Guest - Not logged in 

Reviews > Clothing > Jackets and Vests > Outdoor Research Transcendent Vest > Test Report by Kurt Papke

Outdoor Research Transcendent Vest

Test Series by Kurt Papke

Initial Report - December 26, 2013

Field Report - March 9, 2014

Long Term Report - May 1, 2014

Tester Information

Name: Kurt Papke
Age: 60
Gender: Male
Height: 6' 4" (193 cm)
Weight: 225 lbs (102 kg)
Email address: kwpapke at gmail dot com
City, State, Country: Tucson, Arizona USA

My backpacking venues have included a combination of Minnesota hikes where I have lived most of my adult life, and Arizona trails where I moved to take a new job about four years ago.  I have always been a "comfort-weight" backpacker, never counting grams, but still keeping my pack as light as easily attained.  I normally carry a fleece jacket into the backcountry in the cool seasons, but I am keen to try out a down vest to keep the weight down.

Initial Report

Product Information

Transcedent Vest
Photo courtesy Outdoor Research

Outdoor Research
Transcendent Vest
Year of manufacture
US $149
Manufacturer website
Pewter/Lemongrass (gray/green)
Also available: Lemongrass/Evergreen (green), Glacier (blue), Earth/Caf (brown), Black
Listed: 9.4 oz (267 g) for Large size
Measured garment weight:  10.8 oz (306 g) for XL
Also available: Small, Medium, Large, XX-Large
100% polyester, 20D ripstop outer; 100% nylon taffeta, 44D nylon lining
650 fill down

The Transcendent vest is a polyester down-filled garment with a zipper front, Napoleon (storage for glasses, etc.) and zipper handpockets.  This is a lightweight vest, suitable for hiking in colder temperatures, in-camp at moderate temperatures, or as part of a layering system.  Manufacturer's listed features:
  • Zippered Napoleon Pocket
  • Two Zippered Hand Pockets
  • Internal Front-Zip Stormflap, prevents wind from blowing through the zipper
  • Breathable - down garments ventilate reasonably well
  • Lightweight - typically lighter weight than an equivalently warm fleece garment
  • Brushed-Tricot-Lined Collar - soft on the neck
  • Left Hand Pocket Doubles as stuff sack, no additional stuff sack to get lost
  • Drawcord Hem - tightens around the hips or waist to seal in the warm air

Trying It Out

Trying it outAfter removing all the tags I put the vest on, as shown in the photo at left.  Sizing is always difficult for me with jackets and shirts as I have a long torso and normally wear a large-tall size, but I went with the XL following the Sizing Chart on the manufacturer's website.  It is just a touch bulkier than I'd prefer, but it should be just fine when layered over something a little bulkier than a T-shirt.  It felt really nice and toasty!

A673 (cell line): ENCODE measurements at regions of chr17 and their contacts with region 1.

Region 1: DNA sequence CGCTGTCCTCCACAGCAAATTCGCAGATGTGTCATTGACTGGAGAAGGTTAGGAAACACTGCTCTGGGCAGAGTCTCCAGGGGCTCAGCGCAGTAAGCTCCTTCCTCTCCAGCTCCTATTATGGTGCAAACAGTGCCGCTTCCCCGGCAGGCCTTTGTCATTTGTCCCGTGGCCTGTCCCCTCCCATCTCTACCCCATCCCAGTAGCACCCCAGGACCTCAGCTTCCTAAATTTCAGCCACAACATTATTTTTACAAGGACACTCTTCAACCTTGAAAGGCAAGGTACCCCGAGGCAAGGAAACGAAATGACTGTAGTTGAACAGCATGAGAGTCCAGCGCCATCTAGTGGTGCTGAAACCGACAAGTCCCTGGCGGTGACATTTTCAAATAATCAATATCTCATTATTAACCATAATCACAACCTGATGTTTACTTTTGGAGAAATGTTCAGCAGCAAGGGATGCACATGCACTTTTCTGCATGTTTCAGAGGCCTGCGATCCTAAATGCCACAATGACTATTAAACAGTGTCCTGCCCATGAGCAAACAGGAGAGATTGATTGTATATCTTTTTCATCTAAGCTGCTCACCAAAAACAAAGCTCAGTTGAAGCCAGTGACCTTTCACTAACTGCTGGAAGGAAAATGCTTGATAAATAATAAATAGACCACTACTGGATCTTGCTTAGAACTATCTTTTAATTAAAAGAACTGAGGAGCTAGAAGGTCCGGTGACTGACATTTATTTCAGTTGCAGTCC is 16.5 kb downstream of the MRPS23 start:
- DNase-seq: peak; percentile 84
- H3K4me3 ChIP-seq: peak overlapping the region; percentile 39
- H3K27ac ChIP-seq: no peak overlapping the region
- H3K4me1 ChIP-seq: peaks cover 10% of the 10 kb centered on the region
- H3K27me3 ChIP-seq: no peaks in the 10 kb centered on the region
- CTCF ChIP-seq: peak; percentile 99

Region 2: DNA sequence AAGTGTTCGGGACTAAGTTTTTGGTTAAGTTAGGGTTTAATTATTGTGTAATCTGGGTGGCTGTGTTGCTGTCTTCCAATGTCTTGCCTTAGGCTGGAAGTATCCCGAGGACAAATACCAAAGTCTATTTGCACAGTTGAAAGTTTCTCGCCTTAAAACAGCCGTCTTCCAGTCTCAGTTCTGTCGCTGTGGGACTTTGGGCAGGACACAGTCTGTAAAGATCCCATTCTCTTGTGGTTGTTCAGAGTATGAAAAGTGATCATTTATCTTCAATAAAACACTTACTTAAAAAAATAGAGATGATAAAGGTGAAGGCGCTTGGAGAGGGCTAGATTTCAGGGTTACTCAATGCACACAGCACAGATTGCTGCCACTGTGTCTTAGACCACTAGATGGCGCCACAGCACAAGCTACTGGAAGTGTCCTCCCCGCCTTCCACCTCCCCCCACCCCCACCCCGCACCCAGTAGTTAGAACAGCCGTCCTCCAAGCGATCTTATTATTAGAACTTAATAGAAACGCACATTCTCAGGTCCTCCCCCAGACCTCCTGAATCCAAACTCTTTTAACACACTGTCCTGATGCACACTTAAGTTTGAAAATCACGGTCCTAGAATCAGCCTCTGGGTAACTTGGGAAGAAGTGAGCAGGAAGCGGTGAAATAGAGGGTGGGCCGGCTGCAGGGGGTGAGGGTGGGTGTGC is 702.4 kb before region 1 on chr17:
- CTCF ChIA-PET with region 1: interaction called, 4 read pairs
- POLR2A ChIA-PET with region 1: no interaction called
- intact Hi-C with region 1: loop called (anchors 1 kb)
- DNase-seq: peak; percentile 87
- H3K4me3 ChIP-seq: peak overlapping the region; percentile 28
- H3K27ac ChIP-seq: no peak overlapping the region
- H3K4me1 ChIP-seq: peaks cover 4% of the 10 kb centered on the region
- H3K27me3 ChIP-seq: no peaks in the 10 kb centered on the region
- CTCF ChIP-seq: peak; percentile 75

I inspected the vest and could find no signs of manufacturing defects, loose threads, sticking zippers, etc.  The garment fabric is smooth and silky, and appears to be of very high quality.

Next I stuffed as much as I could of the vest into the left hand pocket.  It packs down to a size that will fit nicely into a backpack pocket for easy access/stowing on the trail:


Things that I find positive at this early stage

  • Seems very warm
  • Very attractive garment, including the color
  • Workmanship and fabric quality are very high

Perceived limitations at this early stage

  • None

Check back in two months when I've had a chance to tromp around a bit in the mountains wearing this garment and see what I have to say about it in my Field Report.

Field Report

Test Conditions


Terrain/ trail type
Altitude range
Dec 28-29, 2013 Santa Catalina Mtns, near Tucson, Arizona Sycamore Canyon
10 mi
(16 km)
Mountain canyons Sunny, 24-60 F
(-4-15 C)
3800-5000 ft
(1160-1520 m)
January 11-12, 2014 Santa Catalina Mtns, near Tucson, Arizona Romero Canyon
11.2 mi
(18 km)
Mountain canyons Sunny, 30-70 F
(-1-21 C)
2600-5200 ft
(790-1580 m)
January 19-20, 2014 Santa Catalina Mtns, near Tucson, Arizona Sutherland Trail
15 mi
(24 km)
Mountain foothills, Jeep trail, and steep mountain ascent Hazy, 40-65 F
(4-18 C)
2600-6600 ft
(790-2010 m)
February 7-9, 2014 Grand Canyon National Park Grandview Loop
18 mi
(29 km)